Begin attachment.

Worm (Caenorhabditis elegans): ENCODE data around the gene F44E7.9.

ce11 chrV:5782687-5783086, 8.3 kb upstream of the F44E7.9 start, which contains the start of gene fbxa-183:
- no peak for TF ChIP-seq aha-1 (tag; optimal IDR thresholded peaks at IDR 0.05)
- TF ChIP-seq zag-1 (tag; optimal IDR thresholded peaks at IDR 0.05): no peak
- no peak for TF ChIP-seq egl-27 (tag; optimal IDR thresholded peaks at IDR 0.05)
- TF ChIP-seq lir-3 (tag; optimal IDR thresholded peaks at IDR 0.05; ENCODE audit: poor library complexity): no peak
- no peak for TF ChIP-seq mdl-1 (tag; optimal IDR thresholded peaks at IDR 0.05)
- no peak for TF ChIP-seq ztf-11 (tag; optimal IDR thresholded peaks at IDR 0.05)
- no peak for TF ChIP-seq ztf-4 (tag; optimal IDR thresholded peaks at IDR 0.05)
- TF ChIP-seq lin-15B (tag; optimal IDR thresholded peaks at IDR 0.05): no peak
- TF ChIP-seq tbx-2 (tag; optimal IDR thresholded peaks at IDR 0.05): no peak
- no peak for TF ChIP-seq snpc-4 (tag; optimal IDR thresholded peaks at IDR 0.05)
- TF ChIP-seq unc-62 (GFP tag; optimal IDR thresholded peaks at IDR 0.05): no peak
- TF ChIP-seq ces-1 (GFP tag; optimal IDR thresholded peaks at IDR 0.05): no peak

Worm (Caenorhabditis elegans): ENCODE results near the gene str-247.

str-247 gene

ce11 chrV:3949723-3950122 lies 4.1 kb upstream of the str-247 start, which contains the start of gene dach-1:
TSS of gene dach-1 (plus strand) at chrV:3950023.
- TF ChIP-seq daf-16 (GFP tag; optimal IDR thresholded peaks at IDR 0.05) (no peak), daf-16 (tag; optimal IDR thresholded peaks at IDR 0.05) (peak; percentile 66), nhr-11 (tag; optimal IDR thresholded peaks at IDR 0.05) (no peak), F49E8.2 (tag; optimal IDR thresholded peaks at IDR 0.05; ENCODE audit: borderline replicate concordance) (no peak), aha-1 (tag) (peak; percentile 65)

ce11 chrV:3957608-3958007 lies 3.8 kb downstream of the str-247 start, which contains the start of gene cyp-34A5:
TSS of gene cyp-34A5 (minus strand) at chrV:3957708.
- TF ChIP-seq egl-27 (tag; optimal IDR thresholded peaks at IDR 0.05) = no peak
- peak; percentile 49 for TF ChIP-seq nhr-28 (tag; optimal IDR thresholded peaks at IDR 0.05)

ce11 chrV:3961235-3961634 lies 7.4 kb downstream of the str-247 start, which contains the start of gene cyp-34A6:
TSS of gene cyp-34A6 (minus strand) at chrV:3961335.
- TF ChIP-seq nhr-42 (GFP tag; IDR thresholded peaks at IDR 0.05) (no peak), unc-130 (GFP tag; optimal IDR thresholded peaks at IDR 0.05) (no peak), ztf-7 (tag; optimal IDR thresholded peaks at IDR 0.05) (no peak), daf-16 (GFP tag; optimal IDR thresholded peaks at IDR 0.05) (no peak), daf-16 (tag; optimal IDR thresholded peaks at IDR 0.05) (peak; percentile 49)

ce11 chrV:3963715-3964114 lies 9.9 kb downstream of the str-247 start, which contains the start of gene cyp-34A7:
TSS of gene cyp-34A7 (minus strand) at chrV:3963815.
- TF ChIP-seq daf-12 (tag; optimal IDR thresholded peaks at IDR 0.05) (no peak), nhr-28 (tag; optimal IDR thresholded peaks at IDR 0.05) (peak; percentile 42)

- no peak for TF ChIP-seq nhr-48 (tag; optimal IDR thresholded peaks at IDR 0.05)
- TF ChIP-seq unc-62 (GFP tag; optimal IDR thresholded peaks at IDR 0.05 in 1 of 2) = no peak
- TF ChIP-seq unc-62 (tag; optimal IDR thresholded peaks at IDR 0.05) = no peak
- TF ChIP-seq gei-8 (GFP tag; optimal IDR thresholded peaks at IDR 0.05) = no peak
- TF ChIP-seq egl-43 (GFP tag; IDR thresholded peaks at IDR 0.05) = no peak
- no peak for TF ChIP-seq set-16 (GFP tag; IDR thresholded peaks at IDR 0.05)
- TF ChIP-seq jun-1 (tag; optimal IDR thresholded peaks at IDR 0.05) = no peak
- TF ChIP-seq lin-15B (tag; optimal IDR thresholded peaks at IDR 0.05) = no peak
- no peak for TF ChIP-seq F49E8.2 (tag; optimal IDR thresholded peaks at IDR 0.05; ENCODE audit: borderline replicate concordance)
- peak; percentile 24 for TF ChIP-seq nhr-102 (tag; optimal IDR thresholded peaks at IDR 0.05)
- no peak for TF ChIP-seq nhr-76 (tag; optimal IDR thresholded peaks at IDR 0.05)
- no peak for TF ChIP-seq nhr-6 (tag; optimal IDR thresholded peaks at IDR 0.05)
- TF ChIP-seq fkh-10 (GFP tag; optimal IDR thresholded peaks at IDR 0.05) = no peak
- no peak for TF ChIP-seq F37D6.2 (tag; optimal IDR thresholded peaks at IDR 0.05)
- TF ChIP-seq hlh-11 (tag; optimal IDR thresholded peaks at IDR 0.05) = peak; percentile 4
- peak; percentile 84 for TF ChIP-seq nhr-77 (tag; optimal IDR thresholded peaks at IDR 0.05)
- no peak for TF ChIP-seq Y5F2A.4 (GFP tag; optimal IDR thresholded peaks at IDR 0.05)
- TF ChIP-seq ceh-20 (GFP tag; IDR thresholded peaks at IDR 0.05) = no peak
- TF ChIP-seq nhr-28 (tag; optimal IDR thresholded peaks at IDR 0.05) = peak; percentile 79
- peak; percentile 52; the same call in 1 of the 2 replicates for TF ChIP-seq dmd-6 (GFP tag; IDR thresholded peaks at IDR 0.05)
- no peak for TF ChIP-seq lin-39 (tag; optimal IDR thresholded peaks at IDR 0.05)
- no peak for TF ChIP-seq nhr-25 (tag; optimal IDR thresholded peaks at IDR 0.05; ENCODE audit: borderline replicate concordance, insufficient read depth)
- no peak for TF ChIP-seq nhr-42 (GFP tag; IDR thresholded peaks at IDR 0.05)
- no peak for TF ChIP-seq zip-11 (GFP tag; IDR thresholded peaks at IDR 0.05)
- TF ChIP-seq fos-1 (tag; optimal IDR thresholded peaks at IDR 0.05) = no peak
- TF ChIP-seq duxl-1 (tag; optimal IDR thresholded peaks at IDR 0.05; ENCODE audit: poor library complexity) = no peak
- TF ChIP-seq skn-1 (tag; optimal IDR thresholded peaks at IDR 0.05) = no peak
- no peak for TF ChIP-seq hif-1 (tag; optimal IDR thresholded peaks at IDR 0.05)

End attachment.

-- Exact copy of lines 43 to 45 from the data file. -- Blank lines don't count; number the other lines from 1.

- no peak for TF ChIP-seq F37D6.2 (tag; optimal IDR thresholded peaks at IDR 0.05)
- TF ChIP-seq hlh-11 (tag; optimal IDR thresholded peaks at IDR 0.05) = peak; percentile 4
- peak; percentile 84 for TF ChIP-seq nhr-77 (tag; optimal IDR thresholded peaks at IDR 0.05)